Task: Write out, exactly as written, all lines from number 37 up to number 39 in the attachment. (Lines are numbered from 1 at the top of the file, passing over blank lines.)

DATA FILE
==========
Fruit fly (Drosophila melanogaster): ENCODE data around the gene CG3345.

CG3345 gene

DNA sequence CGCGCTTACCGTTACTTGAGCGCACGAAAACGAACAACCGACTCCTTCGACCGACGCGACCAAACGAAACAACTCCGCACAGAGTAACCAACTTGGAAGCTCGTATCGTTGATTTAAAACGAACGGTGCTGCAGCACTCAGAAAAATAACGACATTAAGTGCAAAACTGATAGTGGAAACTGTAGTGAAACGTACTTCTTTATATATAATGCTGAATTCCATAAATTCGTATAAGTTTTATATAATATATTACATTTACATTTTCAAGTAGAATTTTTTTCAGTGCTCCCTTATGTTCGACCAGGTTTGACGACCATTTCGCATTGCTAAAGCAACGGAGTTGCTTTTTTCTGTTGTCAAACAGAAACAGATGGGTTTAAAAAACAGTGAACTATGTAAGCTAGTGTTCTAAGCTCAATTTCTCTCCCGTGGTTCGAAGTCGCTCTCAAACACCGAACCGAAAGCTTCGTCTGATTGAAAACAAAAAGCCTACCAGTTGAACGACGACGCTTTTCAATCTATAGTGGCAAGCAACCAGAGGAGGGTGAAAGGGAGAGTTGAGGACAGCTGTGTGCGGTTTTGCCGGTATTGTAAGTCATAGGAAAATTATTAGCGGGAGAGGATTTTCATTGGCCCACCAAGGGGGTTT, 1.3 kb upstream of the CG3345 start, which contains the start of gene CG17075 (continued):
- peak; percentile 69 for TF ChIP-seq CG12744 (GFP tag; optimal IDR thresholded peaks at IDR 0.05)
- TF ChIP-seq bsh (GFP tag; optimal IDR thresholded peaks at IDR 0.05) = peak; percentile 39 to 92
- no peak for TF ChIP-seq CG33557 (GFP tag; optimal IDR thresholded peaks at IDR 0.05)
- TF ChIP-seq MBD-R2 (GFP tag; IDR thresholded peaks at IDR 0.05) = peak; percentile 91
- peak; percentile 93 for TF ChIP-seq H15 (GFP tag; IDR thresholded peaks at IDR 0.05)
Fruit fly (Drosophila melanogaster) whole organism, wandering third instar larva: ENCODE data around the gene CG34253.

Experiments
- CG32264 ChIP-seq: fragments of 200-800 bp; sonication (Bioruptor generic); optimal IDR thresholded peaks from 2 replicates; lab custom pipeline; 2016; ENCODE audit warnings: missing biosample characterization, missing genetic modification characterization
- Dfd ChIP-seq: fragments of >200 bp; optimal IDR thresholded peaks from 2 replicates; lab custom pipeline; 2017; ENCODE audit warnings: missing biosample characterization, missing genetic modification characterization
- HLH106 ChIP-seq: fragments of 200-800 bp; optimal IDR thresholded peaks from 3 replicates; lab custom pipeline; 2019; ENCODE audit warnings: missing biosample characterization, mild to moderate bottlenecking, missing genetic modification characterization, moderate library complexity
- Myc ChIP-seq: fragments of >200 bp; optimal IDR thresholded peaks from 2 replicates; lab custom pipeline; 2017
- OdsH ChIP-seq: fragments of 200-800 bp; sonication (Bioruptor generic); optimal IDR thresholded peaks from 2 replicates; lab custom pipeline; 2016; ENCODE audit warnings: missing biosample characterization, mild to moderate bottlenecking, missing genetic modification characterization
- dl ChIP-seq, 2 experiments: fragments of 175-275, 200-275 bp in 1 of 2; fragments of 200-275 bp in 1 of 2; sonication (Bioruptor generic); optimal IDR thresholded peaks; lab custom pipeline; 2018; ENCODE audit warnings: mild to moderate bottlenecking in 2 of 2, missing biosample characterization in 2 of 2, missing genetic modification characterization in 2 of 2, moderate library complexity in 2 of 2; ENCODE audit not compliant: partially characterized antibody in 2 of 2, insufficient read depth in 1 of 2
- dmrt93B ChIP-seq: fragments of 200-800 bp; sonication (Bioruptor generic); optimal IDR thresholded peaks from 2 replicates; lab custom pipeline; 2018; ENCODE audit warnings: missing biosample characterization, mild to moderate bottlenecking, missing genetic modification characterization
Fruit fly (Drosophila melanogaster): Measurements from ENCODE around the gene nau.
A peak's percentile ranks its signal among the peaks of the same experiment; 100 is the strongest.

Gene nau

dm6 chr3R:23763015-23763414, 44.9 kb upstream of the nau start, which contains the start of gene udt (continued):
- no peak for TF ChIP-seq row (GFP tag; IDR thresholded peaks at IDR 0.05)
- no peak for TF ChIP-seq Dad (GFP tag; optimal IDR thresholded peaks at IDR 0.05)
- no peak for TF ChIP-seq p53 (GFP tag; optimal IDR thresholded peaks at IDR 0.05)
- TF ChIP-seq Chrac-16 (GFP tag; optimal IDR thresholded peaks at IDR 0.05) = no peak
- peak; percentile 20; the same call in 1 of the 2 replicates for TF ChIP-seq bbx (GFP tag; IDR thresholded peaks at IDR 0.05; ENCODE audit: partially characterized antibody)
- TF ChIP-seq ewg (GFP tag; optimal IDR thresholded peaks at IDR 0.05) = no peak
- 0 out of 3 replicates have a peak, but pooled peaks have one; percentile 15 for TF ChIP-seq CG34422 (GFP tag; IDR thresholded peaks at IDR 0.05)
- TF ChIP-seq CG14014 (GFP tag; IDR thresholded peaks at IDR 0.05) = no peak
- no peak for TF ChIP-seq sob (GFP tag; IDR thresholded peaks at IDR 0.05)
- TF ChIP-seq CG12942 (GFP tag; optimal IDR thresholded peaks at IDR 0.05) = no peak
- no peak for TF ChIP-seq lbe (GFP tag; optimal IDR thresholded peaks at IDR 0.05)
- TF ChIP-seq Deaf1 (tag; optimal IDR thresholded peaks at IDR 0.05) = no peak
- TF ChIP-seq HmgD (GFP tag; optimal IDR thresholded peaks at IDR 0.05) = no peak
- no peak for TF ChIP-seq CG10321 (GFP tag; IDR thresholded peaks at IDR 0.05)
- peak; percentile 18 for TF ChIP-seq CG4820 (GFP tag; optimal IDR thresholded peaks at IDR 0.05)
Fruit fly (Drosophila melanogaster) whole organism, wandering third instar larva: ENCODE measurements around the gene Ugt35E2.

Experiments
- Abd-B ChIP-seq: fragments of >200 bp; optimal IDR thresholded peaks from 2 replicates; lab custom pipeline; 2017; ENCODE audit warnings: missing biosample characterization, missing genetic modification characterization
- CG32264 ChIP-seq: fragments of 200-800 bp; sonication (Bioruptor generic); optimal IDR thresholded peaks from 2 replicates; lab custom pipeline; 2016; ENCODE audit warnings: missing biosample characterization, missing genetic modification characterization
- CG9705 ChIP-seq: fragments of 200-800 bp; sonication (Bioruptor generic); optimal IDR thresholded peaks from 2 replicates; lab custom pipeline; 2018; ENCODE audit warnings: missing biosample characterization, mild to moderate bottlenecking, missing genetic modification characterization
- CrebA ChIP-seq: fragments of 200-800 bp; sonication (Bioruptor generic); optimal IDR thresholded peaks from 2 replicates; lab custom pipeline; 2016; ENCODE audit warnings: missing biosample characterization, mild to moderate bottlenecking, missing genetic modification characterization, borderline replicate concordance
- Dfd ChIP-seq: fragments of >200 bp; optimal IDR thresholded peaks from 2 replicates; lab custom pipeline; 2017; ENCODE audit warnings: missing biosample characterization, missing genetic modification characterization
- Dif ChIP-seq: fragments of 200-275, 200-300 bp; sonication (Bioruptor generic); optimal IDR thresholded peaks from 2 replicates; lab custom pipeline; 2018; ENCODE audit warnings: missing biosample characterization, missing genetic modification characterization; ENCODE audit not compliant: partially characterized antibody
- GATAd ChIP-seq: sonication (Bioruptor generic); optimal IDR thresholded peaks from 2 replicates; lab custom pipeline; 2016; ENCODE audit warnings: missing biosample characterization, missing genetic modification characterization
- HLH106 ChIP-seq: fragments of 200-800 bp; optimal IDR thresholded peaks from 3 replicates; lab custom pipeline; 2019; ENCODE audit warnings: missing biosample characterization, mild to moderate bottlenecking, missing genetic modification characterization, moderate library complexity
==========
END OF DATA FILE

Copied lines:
Fruit fly (Drosophila melanogaster) whole organism, wandering third instar larva: ENCODE measurements around the gene Ugt35E2.

Experiments
- Abd-B ChIP-seq: fragments of >200 bp; optimal IDR thresholded peaks from 2 replicates; lab custom pipeline; 2017; ENCODE audit warnings: missing biosample characterization, missing genetic modification characterization